All-In-One Security (AIOS) WordPress Security Plugin release 5.2.0

The latest version of the WordPress Security Plugin from UpdraftPlus applies a fix to a bug introduced in version 5.1.9

 

AIOS release 5.2.0 and newer updates have fixed a bug in 5.1.9 which resulted in users’ passwords being added to the WordPress database in plain text. A malicious site administrator (i.e. a user already logged into the site as an admin) could then have read them. This would be a problem if those site administrators were to try out those passwords on other services where your users might have used the same password. If those other services’ logins are not protected by two-factor authentication, this could be a risk to the affected website.

The issue was flagged to us and rectified in version 5.2.0 and all newer updates – these updates also removed the existing logged data so that if you have updated, it is no longer there.

For the sensitive data to be accessed, other requirements involving further security problems would need to be met. A bad actor would need to gain access to the site database; this would require other security problems to exist (for example, the bad actor already has an administrator login on your site, or has gained access to unencrypted backups of your website.) As such, the opportunity for someone to gain privileges that they did not already have, are small.

The patched version stops passwords from being logged, and clears all previous saved passwords.

 

Website security best practices

 

This issue was important to rectify and we apologise for the lapse. We’d like to use it as an opportunity to remind you about best practices when securing your website in order to minimize the risk of a breach, or of a breach having serious consequences. If you are concerned about your website, you should implement the following protocol:

 

  • Make sure that AIOS and any other plugins you use are up-to-date. This ensures that any vulnerabilities identified by developers or the community are patched, helping to keep your site secure. You can see which version of the plugin you’re using within your dashboard. You’ll be notified of any pending updates within the plugin screen on the WordPress dashboard. This information is also available within the WordPress dashboard updates section. A plugin like “Easy Updates Manager” can help you to automate this process.

 

  • Change all passwords regularly, especially if you believe your password has been compromised. This will prevent anyone with your login information from causing damage to your site, or accessing your data.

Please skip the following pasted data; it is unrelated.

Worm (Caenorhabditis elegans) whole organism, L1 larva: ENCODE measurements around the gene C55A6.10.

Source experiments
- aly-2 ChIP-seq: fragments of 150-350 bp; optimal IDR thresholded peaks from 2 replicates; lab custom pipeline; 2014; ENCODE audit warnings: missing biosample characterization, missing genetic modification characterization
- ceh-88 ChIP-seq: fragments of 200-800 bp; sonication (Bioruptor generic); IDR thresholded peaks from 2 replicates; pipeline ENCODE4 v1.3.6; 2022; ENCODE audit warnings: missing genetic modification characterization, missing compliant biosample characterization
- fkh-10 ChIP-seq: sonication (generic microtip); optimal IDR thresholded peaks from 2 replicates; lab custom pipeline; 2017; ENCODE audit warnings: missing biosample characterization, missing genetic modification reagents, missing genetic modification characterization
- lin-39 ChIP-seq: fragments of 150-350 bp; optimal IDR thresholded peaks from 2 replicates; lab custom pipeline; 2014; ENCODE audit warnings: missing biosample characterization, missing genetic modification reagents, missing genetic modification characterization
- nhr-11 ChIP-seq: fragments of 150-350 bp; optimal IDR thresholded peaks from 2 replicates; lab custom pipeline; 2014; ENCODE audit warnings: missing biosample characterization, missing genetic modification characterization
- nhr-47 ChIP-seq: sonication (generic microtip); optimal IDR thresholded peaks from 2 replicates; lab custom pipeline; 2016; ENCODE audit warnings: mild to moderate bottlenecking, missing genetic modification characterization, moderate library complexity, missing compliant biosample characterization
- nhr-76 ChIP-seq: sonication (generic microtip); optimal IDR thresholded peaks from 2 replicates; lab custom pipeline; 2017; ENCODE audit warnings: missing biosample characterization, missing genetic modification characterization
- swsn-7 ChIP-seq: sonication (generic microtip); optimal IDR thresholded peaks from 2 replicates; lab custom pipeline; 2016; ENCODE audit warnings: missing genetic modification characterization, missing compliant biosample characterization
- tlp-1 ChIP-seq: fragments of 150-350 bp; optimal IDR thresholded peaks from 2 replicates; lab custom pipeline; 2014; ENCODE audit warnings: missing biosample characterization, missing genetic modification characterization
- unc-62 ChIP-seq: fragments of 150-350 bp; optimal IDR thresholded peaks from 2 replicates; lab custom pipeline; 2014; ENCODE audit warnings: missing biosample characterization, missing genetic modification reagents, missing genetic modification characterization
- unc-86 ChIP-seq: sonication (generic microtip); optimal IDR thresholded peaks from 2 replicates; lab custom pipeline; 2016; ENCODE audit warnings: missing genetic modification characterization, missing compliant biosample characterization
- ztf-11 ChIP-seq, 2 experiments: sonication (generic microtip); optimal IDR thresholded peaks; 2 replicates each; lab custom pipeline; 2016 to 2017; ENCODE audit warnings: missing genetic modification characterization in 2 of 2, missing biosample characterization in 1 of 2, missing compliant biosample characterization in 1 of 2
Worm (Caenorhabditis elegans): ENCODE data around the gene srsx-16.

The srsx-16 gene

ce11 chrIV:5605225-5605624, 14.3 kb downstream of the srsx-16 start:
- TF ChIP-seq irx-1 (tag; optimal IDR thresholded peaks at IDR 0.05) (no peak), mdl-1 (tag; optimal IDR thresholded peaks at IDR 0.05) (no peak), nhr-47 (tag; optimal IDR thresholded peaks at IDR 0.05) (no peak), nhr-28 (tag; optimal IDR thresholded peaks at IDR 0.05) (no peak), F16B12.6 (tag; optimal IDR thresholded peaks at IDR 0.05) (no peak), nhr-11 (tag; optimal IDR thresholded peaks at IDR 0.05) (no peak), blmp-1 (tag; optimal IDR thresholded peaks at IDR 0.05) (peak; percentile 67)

• Always enable two-factor authentication on your accounts (WordPress and otherwise.) This extra layer of protection works by verifying your login through a second device such as your mobile phone or tablet. It’s one of the simplest and most effective ways to keep your data out of hackers’ hands: with two-factor authentication, a stolen password still does not allow an attacker to login to an account. AIOS includes a two-factor authentication module to protect your WordPress sites.

 

For the full changelog from our most recent update, please see below:

 

Changelog

 

= 5.2.0 – 11/Jul/2023 =

* SECURITY: Remove authentication data from the stacktrace before saving to the database. This defect meant that a site administrator had the potential, between releases 5.1.9 to 5.2.0 (which purges the data), to know what site users’ passwords are. This information has limited value to them (an admin can already reset anyone’s password) except insofar as the passwords may be re-used by users on other sites. In that “hostile admin” scenario, your site has other problems (since the hostile admin has a whole raft of equivalent ways of causing mischief to users, especially if not on multisite where a site admin is potentially not a super admin and may not be able to install or configure plugins). This changelog description has been expanded in response to incorrect reports which suggested a much wider problem than exists (for example, they did not mention that the attacker needs to already be logged in as an admin to do access the log, or did not mention that upgrading to 5.2.0 deletes the problematic data from the database).
* SECURITY: Set tighter restrictions on what subsite admins can do in a multisite.
* FIX: After editing a file reset permissions back to the original permissions
* FIX: Corrected some broken links in the plugin
* FIX: Fatal error: cannot declare class
* FIX: Normalise all arguments in the stacktrace
* FIX: Wrong login entries added to login activity table on multisite when user logs into subsite they don’t belong to.
* FIX: Too many redirects error for forced logout users solved
* TWEAK: For Cronjob, WP CLI and AIOS_DISABLE_EXTERNAL_IP_ADDR defined constant do not use external services for user IP addresses. Silenced api.ipify.org request failed warning.
* TWEAK: Reset password page missing translation and generate password button added for renamed login page
* TWEAK: Added ‘aios_audit_log_event_user_ip’ filter to allow filtering of IP addresses in the audit log
* TWEAK: Added action hook “aios_reset_all_settings” for reset all settings.
* TWEAK: Renamed login page to have language change dropdown and other tweaks as per the WordPress 6.2

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